FEET, my own two

After my Volvo, for all intents and purposes, bit the dust, several of my major appliances decided to offer the car unnecessarily dramatic moral support. Like a roomful of cranky toddlers, most everything mechanical in my possession is throwing a tantrum, clamoring for my attention.

The refrigerator has been leaking sporadically (source of mysterious kitchen puddles identified). The dishwasher went haywire Friday night in the middle of the wash cycle and has been flashing an undecipherable error message since, an insistent red light blinking out at its black-and-white kitchen world. And my washing machine, always irrationally exuberant when it came to the extra spin cycle, threatened to hurl itself through the wall yesterday. The repairman will be here for a while.

Last year I had the house insulated. The driveway cracks are splitting wider, the deck needs cleaning and staining, and I’ve committed to putting in a new walkway – mostly by myself – sometime this summer. There are perennial beds to dig and plant, the lawn to rehabilitate, perhaps a new raised bed to build for the blueberries and strawberries this fall. Don’t get me started on the cedar hedges.

The husband of a friend, god love him, just came to help me install my two window air conditioning units. One is too heavy for me to carry, both are too bulky, and twice a year I have to swallow my pride and ask someone for help.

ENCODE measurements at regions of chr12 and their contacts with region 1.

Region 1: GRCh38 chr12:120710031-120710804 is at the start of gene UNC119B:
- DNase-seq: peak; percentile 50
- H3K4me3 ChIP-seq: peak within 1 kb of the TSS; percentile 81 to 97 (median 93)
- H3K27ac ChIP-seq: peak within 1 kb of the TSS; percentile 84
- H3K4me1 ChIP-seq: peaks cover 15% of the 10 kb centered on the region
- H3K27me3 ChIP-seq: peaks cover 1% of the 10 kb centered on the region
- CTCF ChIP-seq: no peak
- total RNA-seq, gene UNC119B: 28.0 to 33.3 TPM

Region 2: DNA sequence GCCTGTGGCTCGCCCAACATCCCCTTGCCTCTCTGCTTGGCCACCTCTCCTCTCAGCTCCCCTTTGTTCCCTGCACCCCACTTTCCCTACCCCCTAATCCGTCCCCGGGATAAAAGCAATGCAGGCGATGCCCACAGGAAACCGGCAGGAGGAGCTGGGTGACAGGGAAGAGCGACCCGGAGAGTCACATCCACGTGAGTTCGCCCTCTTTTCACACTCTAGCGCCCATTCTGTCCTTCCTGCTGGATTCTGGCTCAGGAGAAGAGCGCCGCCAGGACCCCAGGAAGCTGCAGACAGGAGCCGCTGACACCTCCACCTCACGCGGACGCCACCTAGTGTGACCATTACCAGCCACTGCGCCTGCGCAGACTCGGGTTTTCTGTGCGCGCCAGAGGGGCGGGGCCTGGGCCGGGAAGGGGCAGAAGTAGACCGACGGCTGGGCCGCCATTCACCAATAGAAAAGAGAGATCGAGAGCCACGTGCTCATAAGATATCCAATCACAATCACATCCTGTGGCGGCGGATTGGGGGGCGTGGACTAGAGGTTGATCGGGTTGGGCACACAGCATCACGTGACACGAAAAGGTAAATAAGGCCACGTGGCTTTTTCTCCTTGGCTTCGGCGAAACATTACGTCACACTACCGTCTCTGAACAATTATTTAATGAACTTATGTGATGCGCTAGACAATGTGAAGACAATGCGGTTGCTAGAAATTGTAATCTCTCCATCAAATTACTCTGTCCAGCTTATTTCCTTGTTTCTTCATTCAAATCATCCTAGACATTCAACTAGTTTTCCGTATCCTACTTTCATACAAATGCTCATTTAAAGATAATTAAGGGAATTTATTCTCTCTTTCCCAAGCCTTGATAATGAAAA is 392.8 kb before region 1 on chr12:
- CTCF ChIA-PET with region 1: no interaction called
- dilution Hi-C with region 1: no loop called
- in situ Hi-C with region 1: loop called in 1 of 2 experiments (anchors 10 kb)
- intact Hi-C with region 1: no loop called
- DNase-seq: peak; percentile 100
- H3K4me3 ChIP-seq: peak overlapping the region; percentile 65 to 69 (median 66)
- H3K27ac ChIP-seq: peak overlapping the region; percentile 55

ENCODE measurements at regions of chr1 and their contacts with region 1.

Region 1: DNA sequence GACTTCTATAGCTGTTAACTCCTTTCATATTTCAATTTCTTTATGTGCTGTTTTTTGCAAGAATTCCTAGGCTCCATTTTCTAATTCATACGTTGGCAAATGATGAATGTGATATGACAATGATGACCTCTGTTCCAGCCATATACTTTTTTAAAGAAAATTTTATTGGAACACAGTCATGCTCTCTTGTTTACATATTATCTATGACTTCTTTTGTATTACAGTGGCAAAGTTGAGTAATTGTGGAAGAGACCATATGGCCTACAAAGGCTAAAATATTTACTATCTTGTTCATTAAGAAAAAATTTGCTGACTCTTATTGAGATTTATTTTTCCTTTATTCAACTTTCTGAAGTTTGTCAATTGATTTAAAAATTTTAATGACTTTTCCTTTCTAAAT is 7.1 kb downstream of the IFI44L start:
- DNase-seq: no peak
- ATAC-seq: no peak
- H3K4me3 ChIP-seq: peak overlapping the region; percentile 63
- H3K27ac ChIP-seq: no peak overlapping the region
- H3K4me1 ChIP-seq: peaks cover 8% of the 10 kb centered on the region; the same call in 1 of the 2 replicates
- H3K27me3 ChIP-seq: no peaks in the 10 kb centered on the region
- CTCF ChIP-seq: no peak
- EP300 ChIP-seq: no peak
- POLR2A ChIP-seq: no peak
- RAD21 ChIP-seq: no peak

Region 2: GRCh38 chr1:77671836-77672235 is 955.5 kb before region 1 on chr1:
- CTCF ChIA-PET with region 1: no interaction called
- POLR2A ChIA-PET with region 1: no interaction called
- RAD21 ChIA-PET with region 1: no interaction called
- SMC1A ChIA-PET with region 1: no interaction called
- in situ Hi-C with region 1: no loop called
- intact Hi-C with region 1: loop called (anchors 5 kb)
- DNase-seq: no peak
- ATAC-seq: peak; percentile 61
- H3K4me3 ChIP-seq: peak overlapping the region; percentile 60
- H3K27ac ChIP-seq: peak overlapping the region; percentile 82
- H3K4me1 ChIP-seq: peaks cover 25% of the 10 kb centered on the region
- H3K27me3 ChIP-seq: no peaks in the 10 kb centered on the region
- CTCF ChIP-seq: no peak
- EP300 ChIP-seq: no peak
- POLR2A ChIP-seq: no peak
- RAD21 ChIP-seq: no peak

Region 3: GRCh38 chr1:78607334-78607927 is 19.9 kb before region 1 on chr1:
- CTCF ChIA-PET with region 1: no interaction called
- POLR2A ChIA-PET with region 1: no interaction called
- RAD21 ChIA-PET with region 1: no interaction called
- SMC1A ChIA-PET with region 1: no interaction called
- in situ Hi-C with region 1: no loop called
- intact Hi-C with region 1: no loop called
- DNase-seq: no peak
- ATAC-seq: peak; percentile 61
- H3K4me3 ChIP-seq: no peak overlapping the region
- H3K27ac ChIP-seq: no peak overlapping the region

I am the lone decision-maker when it comes to whether to ditch the car, walk on slate or bluestone, hire or heave it myself. There’s no one else to leave work and come stay while the leak is fixed. If I don’t mow the lawn, cook dinner, do the laundry and clean the house, it doesn’t get done.

Sometimes I look around and can’t believe that I’m maintaining all this on my own. I mean that in a good way. Last spring, I planned, bought, hauled, measured, bolted, filled and planted three 10’x5’ raised vegetable beds, and love them all the more because it was my brain and my sweat equity that gave them existence. I’m not handy, and it takes me forever to make decisions because I’m a perfectionist. And yet slowly, if not so surely, I’m claiming this little corner of the world as my own.

There are days when I wish for a co-conspirator to help make a decision or haul a wheelbarrow full of dirt. But I’m learning that I no longer need one.

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About Mindy

I am divorced, no kids, working full-time in corporate communications. There are never enough hours in my day, mostly because I insist on hygiene, food, exercise and clean dishes. Really, how do women with kids do it?!?
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